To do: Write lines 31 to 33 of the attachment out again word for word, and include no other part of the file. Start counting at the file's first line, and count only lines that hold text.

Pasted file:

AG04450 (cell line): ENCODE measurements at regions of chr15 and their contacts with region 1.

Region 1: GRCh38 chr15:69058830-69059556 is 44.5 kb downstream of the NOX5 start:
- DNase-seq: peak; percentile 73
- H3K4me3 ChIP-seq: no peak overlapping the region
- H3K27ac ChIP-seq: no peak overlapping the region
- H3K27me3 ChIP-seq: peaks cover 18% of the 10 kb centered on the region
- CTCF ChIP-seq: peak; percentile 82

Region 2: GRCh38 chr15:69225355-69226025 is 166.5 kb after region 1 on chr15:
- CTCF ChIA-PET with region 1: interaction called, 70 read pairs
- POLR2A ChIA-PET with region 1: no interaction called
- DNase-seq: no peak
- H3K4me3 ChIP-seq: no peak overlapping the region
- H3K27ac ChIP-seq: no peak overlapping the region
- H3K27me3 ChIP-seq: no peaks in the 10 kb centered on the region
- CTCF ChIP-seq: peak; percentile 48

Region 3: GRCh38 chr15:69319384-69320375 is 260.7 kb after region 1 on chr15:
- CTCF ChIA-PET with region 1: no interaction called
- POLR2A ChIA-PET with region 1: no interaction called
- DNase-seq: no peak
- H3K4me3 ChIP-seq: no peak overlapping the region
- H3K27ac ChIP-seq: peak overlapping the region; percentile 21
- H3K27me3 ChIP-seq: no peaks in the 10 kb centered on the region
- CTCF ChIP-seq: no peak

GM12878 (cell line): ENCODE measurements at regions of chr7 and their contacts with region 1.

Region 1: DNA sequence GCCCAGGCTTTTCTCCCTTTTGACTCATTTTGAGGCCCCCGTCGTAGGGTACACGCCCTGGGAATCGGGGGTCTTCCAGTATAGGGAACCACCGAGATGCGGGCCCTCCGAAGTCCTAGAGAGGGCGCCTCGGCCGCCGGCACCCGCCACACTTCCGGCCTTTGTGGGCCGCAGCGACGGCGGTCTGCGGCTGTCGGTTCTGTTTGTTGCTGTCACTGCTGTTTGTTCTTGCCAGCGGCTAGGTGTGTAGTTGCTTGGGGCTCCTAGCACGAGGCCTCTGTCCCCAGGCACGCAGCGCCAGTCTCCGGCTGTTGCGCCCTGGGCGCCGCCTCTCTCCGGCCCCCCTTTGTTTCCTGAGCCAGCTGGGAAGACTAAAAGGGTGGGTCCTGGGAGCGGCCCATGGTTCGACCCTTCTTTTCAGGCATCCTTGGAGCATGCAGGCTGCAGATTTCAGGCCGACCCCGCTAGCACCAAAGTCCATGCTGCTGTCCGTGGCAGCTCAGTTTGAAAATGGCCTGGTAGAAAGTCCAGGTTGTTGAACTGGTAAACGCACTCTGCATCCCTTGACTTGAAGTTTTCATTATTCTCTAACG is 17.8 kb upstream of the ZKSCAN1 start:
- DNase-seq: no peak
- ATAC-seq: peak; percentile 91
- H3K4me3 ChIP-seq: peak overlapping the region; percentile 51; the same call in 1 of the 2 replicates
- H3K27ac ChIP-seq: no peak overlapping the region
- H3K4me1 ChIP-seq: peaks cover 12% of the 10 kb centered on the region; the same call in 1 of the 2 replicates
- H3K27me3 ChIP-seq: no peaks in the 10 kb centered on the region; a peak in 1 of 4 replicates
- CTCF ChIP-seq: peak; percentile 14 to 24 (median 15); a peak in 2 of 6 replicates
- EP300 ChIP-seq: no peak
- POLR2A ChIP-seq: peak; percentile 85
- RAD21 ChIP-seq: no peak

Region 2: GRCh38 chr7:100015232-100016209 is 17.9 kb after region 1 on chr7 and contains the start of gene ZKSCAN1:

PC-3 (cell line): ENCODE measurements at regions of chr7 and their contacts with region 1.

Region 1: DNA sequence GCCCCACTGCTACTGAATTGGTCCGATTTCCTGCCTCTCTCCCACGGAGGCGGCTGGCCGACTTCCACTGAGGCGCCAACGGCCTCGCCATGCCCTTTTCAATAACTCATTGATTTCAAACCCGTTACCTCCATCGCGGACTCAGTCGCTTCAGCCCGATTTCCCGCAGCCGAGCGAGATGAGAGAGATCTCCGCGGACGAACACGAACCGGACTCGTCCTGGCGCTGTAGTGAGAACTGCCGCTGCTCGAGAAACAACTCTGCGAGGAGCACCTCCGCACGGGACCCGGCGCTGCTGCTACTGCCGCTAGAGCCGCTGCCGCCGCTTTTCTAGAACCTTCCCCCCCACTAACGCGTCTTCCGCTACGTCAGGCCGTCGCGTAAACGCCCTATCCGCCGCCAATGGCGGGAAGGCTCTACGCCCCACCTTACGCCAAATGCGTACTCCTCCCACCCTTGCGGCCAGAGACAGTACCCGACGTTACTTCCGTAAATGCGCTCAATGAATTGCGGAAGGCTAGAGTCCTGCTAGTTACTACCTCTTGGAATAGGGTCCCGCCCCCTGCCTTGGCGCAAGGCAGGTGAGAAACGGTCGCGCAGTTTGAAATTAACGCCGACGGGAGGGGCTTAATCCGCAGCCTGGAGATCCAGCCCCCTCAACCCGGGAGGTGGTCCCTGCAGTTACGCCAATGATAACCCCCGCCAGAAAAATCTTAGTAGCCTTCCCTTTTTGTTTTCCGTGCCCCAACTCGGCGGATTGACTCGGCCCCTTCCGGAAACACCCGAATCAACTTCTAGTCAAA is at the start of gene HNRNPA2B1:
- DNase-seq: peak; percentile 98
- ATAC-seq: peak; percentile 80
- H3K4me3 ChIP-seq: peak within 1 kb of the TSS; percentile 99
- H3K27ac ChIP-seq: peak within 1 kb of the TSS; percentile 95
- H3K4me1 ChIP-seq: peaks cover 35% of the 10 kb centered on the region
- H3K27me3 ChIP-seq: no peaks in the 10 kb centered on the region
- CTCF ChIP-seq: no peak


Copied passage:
- H3K27me3 ChIP-seq: no peaks in the 10 kb centered on the region; a peak in 1 of 4 replicates
- CTCF ChIP-seq: peak; percentile 14 to 24 (median 15); a peak in 2 of 6 replicates
- EP300 ChIP-seq: no peak